Senator Rompkey: There could be explanations about which we are unaware.

The Chair: I agree that a recommendation should be attached to our report.

Senator Rompkey: I move that we report the bill without amendment but that we include a recommendation that the government examine the feasibility of including responsibility for the status of women in the new department.

The Chair: Is it agreed, honourable senators?

Senator Lavoie-Roux: I wish to abstain from voting on this motion, Madam Chair. My reason for doing so is clear. I have not had enough time to go through all of this material. I do not wish to adopt something which may cause me to say one year from now, "Gee, did I accept this?"

I am not against the motion; I am merely abstaining from voting on it. This is the first time in my life that I have done this.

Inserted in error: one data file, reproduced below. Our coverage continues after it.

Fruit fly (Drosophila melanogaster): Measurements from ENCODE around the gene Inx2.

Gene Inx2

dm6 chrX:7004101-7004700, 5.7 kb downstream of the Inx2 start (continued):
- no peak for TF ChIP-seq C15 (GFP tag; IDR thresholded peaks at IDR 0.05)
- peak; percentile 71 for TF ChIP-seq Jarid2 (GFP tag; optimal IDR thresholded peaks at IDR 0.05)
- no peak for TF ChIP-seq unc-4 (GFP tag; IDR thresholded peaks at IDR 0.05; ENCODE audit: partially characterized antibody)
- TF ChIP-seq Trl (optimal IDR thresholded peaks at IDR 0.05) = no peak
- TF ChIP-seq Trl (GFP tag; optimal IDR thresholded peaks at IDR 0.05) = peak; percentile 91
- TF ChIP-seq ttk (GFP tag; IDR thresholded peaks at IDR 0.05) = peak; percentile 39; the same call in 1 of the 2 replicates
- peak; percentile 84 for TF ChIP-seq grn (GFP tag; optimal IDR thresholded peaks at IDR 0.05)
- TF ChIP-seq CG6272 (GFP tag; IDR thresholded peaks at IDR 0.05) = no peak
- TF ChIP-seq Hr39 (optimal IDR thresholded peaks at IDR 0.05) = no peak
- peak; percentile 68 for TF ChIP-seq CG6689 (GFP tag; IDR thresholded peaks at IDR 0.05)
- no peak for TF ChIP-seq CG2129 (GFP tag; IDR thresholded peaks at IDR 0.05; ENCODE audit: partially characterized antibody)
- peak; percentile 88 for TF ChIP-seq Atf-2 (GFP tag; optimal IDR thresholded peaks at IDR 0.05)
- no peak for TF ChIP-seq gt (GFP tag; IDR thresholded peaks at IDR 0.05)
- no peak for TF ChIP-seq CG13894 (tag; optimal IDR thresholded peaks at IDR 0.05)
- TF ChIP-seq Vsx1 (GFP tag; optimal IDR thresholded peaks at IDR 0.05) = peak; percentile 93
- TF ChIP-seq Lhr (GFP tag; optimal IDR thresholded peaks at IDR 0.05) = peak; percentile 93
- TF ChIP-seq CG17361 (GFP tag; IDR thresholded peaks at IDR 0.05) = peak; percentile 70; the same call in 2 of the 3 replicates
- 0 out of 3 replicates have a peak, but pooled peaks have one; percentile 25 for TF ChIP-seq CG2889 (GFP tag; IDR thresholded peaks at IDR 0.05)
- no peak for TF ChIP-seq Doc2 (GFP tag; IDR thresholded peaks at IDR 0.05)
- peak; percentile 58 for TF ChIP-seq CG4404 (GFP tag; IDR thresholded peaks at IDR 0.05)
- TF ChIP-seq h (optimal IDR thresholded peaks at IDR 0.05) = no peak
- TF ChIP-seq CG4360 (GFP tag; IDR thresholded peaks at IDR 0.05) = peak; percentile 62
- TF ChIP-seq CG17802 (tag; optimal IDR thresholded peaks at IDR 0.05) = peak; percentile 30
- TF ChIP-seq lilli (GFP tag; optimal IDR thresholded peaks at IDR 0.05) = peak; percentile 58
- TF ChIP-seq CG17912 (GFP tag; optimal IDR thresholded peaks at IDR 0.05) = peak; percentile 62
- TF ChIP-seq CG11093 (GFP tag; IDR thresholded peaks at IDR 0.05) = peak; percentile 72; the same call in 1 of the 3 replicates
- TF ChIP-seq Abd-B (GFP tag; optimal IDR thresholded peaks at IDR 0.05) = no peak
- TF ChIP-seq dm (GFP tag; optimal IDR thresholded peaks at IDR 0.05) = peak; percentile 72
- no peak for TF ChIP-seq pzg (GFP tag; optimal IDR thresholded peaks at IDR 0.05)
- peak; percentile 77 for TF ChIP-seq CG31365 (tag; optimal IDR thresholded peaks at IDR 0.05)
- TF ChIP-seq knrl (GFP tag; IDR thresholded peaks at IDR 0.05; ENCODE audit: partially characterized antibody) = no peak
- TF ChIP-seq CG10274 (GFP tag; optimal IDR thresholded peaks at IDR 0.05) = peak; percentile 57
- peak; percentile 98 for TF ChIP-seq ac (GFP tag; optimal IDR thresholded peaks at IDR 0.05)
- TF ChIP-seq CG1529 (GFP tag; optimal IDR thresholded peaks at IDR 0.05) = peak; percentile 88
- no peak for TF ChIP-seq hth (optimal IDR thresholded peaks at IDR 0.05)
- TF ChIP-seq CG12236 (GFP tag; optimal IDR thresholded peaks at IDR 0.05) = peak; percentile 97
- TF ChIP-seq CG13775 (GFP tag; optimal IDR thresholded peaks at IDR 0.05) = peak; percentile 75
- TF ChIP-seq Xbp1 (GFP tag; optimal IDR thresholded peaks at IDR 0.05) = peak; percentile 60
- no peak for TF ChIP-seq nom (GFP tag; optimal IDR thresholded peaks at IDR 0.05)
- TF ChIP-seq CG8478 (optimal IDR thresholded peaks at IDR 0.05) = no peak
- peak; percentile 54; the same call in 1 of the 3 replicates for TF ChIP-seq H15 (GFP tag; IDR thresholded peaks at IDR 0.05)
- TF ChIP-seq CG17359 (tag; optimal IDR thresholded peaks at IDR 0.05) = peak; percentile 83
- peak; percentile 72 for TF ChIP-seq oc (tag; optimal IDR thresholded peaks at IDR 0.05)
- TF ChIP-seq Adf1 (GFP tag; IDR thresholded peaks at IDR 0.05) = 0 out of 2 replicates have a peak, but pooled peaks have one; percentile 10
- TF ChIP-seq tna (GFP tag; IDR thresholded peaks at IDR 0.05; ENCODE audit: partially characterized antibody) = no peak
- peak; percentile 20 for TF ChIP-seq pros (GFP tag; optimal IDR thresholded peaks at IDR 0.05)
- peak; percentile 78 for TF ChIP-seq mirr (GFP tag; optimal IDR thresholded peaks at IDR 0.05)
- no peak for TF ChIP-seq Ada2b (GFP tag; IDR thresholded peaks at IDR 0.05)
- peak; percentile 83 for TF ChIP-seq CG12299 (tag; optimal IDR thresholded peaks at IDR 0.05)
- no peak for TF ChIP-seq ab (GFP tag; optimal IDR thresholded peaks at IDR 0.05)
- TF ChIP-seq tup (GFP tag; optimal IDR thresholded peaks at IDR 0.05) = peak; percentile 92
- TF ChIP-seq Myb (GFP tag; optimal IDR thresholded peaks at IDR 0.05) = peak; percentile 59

The Chair: Honourable senators, could we have a show of hands with respect to the motion of Senator Rompkey?

Senator Cohen: Do you wish to include a literacy recommendation as well?

Senator Rompkey: No.

The Chair: I see that seven honourable senators are in favour of the motion. Therefore, I declare it adopted.

Senator Lavoie-Roux: There is the one abstention as well, Madam Chair.

The Chair: There is one senator against and one abstention.

The committee continued in camera.

Ottawa, Tuesday, May 14, 1996

The Standing Senate Committee on Social Affairs, Science and Technology, to which was referred Bill C-3, to amend the Canada Labour Code (nuclear undertakings) and to make a related amendment to another Act, met this day, at 4:20 p.m., to give consideration to the bill.

Senator Mabel M. DeWare (Chair) in the Chair.